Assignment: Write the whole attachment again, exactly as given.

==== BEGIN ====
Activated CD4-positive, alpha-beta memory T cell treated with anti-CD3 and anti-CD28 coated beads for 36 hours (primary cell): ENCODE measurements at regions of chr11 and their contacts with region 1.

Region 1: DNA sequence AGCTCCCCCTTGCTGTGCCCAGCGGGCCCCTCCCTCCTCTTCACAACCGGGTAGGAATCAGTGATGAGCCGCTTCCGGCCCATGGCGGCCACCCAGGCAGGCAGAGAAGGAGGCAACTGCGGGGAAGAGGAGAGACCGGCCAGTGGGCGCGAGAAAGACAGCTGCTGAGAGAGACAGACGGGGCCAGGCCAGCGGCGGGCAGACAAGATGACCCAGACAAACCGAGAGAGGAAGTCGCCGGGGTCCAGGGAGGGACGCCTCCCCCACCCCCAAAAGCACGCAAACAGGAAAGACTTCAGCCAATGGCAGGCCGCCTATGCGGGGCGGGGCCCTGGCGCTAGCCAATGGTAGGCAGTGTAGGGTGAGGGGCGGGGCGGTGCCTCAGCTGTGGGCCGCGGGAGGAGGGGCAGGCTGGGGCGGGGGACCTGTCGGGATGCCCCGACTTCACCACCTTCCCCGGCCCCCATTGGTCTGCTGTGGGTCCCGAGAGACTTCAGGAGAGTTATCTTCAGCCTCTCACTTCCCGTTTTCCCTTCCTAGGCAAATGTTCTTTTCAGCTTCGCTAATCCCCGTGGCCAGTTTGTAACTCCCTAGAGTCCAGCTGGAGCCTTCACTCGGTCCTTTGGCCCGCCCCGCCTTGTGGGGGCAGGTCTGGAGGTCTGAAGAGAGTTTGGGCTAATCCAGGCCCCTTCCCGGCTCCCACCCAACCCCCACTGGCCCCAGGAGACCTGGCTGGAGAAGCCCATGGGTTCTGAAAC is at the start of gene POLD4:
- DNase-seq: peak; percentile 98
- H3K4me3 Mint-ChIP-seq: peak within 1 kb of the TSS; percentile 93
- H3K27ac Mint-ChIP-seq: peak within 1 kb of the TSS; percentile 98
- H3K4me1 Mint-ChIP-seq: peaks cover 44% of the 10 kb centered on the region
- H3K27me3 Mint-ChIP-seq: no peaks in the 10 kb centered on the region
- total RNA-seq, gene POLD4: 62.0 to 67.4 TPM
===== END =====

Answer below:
Activated CD4-positive, alpha-beta memory T cell treated with anti-CD3 and anti-CD28 coated beads for 36 hours (primary cell): ENCODE measurements at regions of chr11 and their contacts with region 1.

Region 1: DNA sequence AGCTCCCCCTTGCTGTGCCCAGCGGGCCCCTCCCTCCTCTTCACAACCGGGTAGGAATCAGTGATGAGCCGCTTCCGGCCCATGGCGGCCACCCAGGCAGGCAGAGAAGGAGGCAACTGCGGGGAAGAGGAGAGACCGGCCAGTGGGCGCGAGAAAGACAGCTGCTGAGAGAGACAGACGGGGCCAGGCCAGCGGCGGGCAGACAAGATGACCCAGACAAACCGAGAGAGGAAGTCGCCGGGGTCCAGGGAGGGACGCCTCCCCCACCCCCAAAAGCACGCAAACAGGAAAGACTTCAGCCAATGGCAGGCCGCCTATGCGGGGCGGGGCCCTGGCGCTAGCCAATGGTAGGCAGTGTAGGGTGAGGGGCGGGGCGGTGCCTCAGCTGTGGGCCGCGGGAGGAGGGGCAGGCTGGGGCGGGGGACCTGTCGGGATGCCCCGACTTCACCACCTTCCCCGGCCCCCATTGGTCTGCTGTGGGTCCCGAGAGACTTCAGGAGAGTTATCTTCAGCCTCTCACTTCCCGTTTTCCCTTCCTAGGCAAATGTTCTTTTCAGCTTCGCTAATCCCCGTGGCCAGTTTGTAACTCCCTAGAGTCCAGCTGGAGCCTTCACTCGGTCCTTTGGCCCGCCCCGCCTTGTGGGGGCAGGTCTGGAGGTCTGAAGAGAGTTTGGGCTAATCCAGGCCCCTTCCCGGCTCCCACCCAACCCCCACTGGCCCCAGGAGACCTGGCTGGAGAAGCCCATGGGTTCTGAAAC is at the start of gene POLD4:
- DNase-seq: peak; percentile 98
- H3K4me3 Mint-ChIP-seq: peak within 1 kb of the TSS; percentile 93
- H3K27ac Mint-ChIP-seq: peak within 1 kb of the TSS; percentile 98
- H3K4me1 Mint-ChIP-seq: peaks cover 44% of the 10 kb centered on the region
- H3K27me3 Mint-ChIP-seq: no peaks in the 10 kb centered on the region
- total RNA-seq, gene POLD4: 62.0 to 67.4 TPM